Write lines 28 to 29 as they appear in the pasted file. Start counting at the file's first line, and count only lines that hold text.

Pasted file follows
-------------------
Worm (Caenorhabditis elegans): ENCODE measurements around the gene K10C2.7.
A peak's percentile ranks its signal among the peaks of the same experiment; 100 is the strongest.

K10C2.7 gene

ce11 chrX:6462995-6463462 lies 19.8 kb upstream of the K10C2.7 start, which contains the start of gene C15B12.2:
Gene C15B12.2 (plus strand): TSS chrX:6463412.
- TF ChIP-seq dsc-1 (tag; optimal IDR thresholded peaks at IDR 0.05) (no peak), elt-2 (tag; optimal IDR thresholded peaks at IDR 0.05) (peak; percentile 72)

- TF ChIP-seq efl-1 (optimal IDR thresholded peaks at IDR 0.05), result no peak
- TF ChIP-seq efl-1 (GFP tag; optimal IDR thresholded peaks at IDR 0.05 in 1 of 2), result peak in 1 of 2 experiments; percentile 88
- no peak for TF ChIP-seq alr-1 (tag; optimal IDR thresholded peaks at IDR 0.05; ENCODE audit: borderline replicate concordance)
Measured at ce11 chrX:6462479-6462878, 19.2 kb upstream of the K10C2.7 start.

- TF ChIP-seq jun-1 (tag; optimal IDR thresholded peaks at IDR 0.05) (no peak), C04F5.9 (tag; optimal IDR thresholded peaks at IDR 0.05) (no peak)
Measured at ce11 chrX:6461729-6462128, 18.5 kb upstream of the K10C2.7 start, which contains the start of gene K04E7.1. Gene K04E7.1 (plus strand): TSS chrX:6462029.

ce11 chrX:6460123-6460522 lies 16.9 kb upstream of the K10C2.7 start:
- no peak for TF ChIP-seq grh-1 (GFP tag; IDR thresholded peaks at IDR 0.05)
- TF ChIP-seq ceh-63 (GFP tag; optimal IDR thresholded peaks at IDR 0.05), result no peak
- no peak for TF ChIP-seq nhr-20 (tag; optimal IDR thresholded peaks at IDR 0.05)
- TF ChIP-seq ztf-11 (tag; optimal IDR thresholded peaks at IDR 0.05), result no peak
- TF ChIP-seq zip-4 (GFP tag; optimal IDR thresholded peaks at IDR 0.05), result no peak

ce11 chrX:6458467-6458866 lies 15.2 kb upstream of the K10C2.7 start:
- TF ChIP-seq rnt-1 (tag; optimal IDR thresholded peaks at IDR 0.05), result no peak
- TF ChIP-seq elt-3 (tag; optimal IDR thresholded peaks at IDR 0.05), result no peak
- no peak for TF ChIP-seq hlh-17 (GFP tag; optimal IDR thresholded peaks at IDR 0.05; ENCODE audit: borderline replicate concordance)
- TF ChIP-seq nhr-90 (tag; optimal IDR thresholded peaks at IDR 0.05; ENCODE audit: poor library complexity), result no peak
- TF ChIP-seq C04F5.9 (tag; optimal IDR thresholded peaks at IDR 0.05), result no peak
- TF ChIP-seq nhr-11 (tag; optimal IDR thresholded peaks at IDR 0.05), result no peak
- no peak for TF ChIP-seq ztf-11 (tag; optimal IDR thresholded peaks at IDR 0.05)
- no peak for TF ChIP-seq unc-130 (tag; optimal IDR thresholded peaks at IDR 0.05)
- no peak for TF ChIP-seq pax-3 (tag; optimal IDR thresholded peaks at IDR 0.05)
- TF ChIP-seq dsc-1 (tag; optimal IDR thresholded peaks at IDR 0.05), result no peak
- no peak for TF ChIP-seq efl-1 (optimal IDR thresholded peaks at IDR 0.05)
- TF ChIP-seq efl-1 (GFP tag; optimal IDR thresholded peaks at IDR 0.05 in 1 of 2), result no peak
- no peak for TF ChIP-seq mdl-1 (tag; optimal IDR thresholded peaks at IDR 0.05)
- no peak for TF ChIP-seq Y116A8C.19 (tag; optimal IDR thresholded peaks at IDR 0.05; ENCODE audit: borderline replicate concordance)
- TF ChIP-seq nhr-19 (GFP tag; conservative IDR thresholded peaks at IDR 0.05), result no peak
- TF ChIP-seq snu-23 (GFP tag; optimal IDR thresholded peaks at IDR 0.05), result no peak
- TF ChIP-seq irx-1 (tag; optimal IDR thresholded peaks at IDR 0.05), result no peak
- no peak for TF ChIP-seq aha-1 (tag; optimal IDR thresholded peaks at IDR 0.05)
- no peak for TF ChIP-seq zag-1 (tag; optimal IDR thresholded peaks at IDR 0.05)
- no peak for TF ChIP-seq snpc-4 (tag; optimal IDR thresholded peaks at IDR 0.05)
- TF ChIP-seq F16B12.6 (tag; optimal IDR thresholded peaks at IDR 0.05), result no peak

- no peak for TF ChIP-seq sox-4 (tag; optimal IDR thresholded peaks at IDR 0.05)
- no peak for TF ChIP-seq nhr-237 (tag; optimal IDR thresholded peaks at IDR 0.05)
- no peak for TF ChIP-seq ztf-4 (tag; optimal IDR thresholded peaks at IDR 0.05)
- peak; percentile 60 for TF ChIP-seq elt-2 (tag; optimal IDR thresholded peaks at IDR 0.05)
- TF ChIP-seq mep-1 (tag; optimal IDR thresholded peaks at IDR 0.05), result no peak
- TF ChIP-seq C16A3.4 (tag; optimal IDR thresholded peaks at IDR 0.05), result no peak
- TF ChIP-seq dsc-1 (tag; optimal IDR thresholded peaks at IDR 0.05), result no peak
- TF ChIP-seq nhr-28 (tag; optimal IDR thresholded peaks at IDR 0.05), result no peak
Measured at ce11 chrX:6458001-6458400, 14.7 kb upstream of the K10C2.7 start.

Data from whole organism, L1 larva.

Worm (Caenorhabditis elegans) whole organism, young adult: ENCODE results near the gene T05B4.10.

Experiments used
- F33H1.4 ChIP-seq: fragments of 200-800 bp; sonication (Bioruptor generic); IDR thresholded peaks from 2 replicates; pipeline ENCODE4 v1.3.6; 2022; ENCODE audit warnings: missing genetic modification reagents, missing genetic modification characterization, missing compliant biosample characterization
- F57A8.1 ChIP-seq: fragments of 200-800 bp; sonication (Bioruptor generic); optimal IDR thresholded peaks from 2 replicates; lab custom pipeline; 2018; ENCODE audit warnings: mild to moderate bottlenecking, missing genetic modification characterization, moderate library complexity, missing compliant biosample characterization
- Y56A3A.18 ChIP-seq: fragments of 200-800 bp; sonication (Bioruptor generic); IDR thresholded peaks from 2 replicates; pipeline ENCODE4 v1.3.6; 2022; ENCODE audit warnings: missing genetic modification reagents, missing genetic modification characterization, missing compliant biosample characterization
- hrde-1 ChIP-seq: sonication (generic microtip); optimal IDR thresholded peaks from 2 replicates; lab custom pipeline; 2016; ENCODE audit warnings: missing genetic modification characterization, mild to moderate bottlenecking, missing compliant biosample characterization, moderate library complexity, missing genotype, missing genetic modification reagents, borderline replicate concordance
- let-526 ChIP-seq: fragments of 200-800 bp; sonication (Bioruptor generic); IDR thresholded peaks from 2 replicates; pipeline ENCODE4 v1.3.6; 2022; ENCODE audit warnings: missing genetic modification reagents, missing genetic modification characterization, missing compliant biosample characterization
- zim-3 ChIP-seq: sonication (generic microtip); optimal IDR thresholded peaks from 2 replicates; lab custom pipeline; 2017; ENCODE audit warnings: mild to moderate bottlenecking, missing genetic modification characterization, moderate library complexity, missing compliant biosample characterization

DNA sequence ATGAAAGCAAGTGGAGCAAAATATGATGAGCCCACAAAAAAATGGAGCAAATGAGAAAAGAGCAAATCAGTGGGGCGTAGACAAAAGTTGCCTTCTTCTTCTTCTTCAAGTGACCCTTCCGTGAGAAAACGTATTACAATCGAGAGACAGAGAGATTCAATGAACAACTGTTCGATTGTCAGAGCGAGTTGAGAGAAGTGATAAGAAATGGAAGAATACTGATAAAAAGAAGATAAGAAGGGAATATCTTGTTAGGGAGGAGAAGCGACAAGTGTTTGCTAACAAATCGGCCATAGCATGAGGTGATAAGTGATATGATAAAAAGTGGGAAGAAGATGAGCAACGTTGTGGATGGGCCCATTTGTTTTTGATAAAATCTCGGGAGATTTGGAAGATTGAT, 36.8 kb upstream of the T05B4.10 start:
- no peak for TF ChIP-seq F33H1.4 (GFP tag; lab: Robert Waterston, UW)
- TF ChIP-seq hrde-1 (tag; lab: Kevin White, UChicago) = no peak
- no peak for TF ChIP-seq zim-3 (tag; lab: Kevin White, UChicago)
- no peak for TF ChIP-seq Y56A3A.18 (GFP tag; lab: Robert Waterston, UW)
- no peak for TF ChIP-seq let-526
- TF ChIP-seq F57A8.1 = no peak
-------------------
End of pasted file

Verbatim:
- no peak for TF ChIP-seq pax-3 (tag; optimal IDR thresholded peaks at IDR 0.05)
- TF ChIP-seq dsc-1 (tag; optimal IDR thresholded peaks at IDR 0.05), result no peak